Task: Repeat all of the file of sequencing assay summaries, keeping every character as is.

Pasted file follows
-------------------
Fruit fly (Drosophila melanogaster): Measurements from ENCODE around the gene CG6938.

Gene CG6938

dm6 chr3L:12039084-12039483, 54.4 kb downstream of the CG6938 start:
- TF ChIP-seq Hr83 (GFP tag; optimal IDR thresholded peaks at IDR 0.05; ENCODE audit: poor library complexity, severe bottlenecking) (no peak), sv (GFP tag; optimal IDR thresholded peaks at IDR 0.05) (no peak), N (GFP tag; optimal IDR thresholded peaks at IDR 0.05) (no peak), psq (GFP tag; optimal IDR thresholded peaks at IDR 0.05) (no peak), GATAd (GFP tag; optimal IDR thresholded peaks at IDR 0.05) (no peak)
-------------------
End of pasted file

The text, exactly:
Fruit fly (Drosophila melanogaster): Measurements from ENCODE around the gene CG6938.

Gene CG6938

dm6 chr3L:12039084-12039483, 54.4 kb downstream of the CG6938 start:
- TF ChIP-seq Hr83 (GFP tag; optimal IDR thresholded peaks at IDR 0.05; ENCODE audit: poor library complexity, severe bottlenecking) (no peak), sv (GFP tag; optimal IDR thresholded peaks at IDR 0.05) (no peak), N (GFP tag; optimal IDR thresholded peaks at IDR 0.05) (no peak), psq (GFP tag; optimal IDR thresholded peaks at IDR 0.05) (no peak), GATAd (GFP tag; optimal IDR thresholded peaks at IDR 0.05) (no peak)